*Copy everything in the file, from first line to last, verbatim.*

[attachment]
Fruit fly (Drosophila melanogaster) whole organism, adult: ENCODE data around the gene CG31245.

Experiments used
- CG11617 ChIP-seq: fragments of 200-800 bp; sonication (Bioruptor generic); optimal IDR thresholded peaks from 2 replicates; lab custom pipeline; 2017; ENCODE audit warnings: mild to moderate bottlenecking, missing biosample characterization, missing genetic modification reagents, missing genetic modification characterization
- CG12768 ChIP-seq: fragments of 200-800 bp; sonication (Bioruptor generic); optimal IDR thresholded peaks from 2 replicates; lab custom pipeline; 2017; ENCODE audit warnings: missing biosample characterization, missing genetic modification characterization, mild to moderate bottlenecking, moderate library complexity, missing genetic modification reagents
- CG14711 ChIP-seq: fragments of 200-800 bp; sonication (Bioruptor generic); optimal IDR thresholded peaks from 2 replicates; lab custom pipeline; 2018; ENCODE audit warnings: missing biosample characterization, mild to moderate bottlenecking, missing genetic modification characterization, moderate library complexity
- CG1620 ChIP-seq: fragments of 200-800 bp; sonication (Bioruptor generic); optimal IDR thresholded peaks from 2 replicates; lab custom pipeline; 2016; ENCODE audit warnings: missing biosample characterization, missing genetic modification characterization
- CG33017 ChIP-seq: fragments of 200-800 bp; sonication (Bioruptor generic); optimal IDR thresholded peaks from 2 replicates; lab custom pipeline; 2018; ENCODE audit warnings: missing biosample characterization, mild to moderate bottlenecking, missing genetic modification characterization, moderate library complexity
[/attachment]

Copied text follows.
Fruit fly (Drosophila melanogaster) whole organism, adult: ENCODE data around the gene CG31245.

Experiments used
- CG11617 ChIP-seq: fragments of 200-800 bp; sonication (Bioruptor generic); optimal IDR thresholded peaks from 2 replicates; lab custom pipeline; 2017; ENCODE audit warnings: mild to moderate bottlenecking, missing biosample characterization, missing genetic modification reagents, missing genetic modification characterization
- CG12768 ChIP-seq: fragments of 200-800 bp; sonication (Bioruptor generic); optimal IDR thresholded peaks from 2 replicates; lab custom pipeline; 2017; ENCODE audit warnings: missing biosample characterization, missing genetic modification characterization, mild to moderate bottlenecking, moderate library complexity, missing genetic modification reagents
- CG14711 ChIP-seq: fragments of 200-800 bp; sonication (Bioruptor generic); optimal IDR thresholded peaks from 2 replicates; lab custom pipeline; 2018; ENCODE audit warnings: missing biosample characterization, mild to moderate bottlenecking, missing genetic modification characterization, moderate library complexity
- CG1620 ChIP-seq: fragments of 200-800 bp; sonication (Bioruptor generic); optimal IDR thresholded peaks from 2 replicates; lab custom pipeline; 2016; ENCODE audit warnings: missing biosample characterization, missing genetic modification characterization
- CG33017 ChIP-seq: fragments of 200-800 bp; sonication (Bioruptor generic); optimal IDR thresholded peaks from 2 replicates; lab custom pipeline; 2018; ENCODE audit warnings: missing biosample characterization, mild to moderate bottlenecking, missing genetic modification characterization, moderate library complexity